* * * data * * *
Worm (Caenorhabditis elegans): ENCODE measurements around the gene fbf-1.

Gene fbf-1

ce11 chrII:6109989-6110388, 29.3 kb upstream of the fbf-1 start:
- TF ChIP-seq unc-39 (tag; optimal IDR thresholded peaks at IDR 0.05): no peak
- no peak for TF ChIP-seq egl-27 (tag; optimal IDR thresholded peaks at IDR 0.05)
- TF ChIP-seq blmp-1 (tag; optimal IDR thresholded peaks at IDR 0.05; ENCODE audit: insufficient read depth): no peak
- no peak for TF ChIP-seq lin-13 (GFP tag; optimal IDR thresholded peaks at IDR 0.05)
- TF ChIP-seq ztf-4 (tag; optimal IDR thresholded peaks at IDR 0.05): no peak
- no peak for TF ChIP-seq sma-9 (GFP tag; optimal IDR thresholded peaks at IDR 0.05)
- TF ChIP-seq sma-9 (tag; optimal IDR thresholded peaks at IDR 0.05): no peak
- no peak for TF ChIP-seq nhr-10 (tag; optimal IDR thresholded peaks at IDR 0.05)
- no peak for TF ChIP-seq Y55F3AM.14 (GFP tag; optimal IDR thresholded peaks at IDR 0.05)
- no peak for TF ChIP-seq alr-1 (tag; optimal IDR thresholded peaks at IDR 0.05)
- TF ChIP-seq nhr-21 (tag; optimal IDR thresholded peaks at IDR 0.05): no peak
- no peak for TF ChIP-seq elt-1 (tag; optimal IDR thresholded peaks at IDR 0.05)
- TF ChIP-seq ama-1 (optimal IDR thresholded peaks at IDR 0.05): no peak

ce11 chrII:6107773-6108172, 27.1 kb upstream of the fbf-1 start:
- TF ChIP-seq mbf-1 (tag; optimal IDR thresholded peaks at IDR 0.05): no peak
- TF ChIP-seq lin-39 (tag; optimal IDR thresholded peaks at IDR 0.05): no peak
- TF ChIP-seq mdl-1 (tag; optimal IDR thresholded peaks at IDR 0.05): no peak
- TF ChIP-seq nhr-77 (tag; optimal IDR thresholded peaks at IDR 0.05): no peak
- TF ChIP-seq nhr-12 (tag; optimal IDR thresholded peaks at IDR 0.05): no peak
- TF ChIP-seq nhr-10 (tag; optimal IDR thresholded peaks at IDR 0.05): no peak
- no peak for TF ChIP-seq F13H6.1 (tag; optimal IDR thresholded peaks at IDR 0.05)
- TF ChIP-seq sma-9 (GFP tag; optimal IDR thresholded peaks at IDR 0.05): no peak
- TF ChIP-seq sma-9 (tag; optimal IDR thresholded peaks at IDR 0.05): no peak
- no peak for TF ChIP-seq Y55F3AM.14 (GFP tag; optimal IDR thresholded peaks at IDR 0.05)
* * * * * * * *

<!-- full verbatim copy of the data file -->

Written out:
Worm (Caenorhabditis elegans): ENCODE measurements around the gene fbf-1.

Gene fbf-1

ce11 chrII:6109989-6110388, 29.3 kb upstream of the fbf-1 start:
- TF ChIP-seq unc-39 (tag; optimal IDR thresholded peaks at IDR 0.05): no peak
- no peak for TF ChIP-seq egl-27 (tag; optimal IDR thresholded peaks at IDR 0.05)
- TF ChIP-seq blmp-1 (tag; optimal IDR thresholded peaks at IDR 0.05; ENCODE audit: insufficient read depth): no peak
- no peak for TF ChIP-seq lin-13 (GFP tag; optimal IDR thresholded peaks at IDR 0.05)
- TF ChIP-seq ztf-4 (tag; optimal IDR thresholded peaks at IDR 0.05): no peak
- no peak for TF ChIP-seq sma-9 (GFP tag; optimal IDR thresholded peaks at IDR 0.05)
- TF ChIP-seq sma-9 (tag; optimal IDR thresholded peaks at IDR 0.05): no peak
- no peak for TF ChIP-seq nhr-10 (tag; optimal IDR thresholded peaks at IDR 0.05)
- no peak for TF ChIP-seq Y55F3AM.14 (GFP tag; optimal IDR thresholded peaks at IDR 0.05)
- no peak for TF ChIP-seq alr-1 (tag; optimal IDR thresholded peaks at IDR 0.05)
- TF ChIP-seq nhr-21 (tag; optimal IDR thresholded peaks at IDR 0.05): no peak
- no peak for TF ChIP-seq elt-1 (tag; optimal IDR thresholded peaks at IDR 0.05)
- TF ChIP-seq ama-1 (optimal IDR thresholded peaks at IDR 0.05): no peak

ce11 chrII:6107773-6108172, 27.1 kb upstream of the fbf-1 start:
- TF ChIP-seq mbf-1 (tag; optimal IDR thresholded peaks at IDR 0.05): no peak
- TF ChIP-seq lin-39 (tag; optimal IDR thresholded peaks at IDR 0.05): no peak
- TF ChIP-seq mdl-1 (tag; optimal IDR thresholded peaks at IDR 0.05): no peak
- TF ChIP-seq nhr-77 (tag; optimal IDR thresholded peaks at IDR 0.05): no peak
- TF ChIP-seq nhr-12 (tag; optimal IDR thresholded peaks at IDR 0.05): no peak
- TF ChIP-seq nhr-10 (tag; optimal IDR thresholded peaks at IDR 0.05): no peak
- no peak for TF ChIP-seq F13H6.1 (tag; optimal IDR thresholded peaks at IDR 0.05)
- TF ChIP-seq sma-9 (GFP tag; optimal IDR thresholded peaks at IDR 0.05): no peak
- TF ChIP-seq sma-9 (tag; optimal IDR thresholded peaks at IDR 0.05): no peak
- no peak for TF ChIP-seq Y55F3AM.14 (GFP tag; optimal IDR thresholded peaks at IDR 0.05)